So, you have painstakingly crafted a novel, left it to rest, edited and re-edited. What next?
There are many different recommendations for editing, especially during the final stages of your work. Most writers recommend using a different medium, which is more likely to flag up any issues with sentence structure and grammar. You can read aloud so that you are hearing, rather than seeing your words, you can read it on the screen, print it out, or there is anther method, which I have found really effective. A method that has, for me, picked up the most issues with the manuscript…
One of the most effective ways of editing your work is to read it on your kindle or any other eReader device. Follow these simple steps, and you might also want to try it for blog posts:
1. Make sure you are happy with the text as a whole.
2. Download Mobipocket eBook Creator and import your word document. Mobipocket will generate and save a kindle ready file. This keeps the formatting clean.
3. Send the document as an attachment to your kindle email address, which will probably look something like email@example.com.
4. Make sure the wireless setting on your kindle device is switched on and then click ‘check for downloads.’
5. Don’t worry too much about formatting yet if it feels overwhelming. You can do this at a later Stage. The less carriage returns you have inserted, the better. You will need to use page breaks when you get to the formatting stage as kindle, at least, does not recognise the return key.
6. I would advice stepping away from your computer for a while and having a change of scene. You are removing your writing hat and putting on your reading hat. In other words, you are approaching your work as a reader would. It might, in some cases, feel as though you are reading someone else’s work.
7. You can either make the changes by using the ‘Add Note or Highlight’ function on the home menu of your kindle or you can print out a hard copy and annotate directly onto this. I find that there is more space and it is quicker. You can then go back to the computer when you have finished, to make the changes needed. Happy reading!
There is something about reading your work on an eReader that helps you to see the text in a different light. You will probably find issues which you might have missed on screen (partly because the manuscript is too familiar) will jump out of the page…..sorry, screen!
Although I tend to use a kindle, you can use any device. Here are some useful videos for editing on kindle, NOOK, and iPad:
I do this too. It really does help me find errors or issues, (except I have a kobo). It helps also if you print out your ms in another font than what you were typing in. Anything different helps.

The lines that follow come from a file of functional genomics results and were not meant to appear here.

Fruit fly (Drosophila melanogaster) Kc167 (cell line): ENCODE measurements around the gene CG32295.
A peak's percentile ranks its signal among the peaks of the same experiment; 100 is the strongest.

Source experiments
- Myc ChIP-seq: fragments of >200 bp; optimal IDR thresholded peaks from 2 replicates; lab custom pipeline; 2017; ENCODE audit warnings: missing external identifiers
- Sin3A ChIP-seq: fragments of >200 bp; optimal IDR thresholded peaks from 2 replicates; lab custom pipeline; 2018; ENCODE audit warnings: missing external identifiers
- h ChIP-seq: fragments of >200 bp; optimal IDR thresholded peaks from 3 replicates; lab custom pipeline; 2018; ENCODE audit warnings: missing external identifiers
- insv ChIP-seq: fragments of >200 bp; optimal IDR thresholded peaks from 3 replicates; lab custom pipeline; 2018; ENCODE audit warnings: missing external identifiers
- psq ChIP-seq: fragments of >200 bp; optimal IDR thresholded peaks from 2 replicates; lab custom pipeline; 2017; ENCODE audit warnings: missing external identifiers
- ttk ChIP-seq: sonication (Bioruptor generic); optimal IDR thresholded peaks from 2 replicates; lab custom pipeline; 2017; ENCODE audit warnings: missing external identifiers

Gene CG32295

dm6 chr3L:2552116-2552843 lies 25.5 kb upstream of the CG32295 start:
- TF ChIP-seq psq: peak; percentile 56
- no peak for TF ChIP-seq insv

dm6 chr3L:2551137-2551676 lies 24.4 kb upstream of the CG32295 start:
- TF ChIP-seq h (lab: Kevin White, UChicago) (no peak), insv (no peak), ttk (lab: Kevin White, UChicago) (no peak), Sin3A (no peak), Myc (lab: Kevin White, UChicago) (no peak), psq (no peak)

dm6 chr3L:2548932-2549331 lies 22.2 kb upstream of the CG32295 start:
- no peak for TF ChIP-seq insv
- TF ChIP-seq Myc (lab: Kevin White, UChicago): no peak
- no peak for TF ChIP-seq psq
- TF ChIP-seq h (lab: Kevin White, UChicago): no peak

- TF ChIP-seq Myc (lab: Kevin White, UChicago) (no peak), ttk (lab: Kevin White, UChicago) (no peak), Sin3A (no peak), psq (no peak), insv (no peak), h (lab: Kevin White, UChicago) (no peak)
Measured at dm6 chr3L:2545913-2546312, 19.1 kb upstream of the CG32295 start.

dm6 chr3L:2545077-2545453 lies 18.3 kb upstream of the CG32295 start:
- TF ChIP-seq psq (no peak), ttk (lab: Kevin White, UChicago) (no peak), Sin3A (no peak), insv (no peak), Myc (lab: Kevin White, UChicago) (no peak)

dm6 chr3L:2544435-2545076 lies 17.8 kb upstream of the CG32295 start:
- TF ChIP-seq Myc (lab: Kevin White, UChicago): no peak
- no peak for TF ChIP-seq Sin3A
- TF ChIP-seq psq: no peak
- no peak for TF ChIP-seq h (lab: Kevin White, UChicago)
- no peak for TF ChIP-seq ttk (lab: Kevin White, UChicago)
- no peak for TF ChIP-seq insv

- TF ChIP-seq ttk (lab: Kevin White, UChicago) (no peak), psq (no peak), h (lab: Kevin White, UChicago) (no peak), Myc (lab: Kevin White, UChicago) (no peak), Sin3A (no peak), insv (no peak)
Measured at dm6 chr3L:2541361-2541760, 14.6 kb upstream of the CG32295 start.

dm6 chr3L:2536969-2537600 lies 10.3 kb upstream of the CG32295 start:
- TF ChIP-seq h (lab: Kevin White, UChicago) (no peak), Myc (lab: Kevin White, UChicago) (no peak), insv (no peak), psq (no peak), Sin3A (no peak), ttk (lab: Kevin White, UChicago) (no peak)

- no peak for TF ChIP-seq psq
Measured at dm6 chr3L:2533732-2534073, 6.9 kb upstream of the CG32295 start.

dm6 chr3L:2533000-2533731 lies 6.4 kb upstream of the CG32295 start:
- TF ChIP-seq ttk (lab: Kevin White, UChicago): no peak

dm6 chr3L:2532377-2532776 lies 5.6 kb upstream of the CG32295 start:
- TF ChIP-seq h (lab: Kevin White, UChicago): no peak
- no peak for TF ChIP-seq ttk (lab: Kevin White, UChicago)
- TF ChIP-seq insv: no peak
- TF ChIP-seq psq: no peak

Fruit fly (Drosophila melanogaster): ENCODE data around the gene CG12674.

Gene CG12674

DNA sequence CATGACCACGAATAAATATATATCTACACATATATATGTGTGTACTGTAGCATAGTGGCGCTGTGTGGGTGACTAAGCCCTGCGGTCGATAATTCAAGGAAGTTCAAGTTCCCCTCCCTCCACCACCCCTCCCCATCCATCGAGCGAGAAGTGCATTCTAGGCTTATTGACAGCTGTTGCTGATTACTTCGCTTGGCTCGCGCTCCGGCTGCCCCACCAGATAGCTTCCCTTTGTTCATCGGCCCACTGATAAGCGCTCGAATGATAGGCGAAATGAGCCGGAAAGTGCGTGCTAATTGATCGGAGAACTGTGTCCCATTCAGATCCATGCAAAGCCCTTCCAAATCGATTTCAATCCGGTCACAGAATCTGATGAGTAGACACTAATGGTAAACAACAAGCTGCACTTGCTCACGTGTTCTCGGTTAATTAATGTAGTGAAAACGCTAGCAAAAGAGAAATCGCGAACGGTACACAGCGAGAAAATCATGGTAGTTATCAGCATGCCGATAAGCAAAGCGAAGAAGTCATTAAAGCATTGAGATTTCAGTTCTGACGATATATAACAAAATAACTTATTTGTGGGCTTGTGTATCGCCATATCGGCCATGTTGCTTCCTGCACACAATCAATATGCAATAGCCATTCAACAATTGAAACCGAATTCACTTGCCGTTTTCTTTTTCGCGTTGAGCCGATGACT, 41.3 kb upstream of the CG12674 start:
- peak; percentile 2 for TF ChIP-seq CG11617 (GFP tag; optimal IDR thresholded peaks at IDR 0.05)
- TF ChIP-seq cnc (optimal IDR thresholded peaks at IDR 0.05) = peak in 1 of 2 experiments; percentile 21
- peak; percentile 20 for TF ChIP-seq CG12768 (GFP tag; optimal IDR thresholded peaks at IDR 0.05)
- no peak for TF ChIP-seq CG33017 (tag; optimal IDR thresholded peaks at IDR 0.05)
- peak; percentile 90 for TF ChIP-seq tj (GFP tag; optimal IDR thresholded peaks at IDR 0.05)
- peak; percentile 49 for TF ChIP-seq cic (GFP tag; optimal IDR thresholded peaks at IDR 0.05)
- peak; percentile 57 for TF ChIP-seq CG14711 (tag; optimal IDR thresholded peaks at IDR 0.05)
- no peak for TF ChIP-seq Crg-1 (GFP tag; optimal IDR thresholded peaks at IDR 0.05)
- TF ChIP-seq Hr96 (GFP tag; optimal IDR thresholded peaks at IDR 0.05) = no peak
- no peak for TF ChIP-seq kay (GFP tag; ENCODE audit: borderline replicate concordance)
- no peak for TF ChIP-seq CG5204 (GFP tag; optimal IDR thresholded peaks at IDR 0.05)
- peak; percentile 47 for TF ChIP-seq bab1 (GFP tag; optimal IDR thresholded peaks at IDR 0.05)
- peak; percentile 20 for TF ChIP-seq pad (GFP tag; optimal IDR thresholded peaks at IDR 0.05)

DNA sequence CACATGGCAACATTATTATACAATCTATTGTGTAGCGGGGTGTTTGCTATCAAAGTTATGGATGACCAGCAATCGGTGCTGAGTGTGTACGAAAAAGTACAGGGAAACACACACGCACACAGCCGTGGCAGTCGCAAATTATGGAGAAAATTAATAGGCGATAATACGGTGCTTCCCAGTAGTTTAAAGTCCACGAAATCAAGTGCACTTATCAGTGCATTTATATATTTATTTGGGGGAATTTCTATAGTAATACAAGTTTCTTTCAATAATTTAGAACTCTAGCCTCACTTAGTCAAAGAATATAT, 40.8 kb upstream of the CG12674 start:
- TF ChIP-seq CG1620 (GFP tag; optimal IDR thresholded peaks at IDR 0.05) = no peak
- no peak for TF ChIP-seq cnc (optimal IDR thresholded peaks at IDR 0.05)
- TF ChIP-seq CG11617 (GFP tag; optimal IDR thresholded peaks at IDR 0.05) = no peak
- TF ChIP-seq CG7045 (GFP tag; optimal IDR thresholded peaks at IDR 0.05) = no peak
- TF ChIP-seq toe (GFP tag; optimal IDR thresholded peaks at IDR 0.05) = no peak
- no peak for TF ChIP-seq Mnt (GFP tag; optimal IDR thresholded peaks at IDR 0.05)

Thanks, Vanessa. Printing it out is really helpful, I hadn’t thought of changing the font. Thanks for the tip.
After several other ways of self editing I find I always find more errors etc. by reading my stuff aloud
Thanks, Allen. I find reading aloud particularly helpful with dialogue. It helps you to find stilted sentences, unnecessary words and awkward exchanges. Great reminder.
Great post. I’ve got it bookmarked. THANKS!
Glad it was helpful. I have found it to be a really effective method of editing. I pick up issues which I miss on paper or on my computer. The eye needs to see things from different angles.
Wow! This is so helpful. I didn’t know any of it. a BIg thanks for taking the time to explain all in such an easy to understand way 🙂
It has changed the editing process for me and it gives you a break from the computer. I’m amazed by how many issues
I can see on kindle that I miss on the screen.
Thanks for your comment, Tom. The Mobipocket ebook Reader Software is free to download. You can access it here http://www.mobipocket.com/en/DownloadSoft/default.asp?Language=EN
It helps with the formatting. You can email your doc directly to your kindle but it is less messy to read if converted first. It’s pretty quick and easy. Personal preference, though. I find editing on kindle really useful and I feel less surgically attached to the computer.
For those without a mobiPocket ebook creator, you can also just mail your word doc to your kindle address, being careful not to put anything in the subject line, and it will show up as a personal document, looking just like an ebook, to which you can highlight and annotate to your heart’s content. At least this is true in the U.S.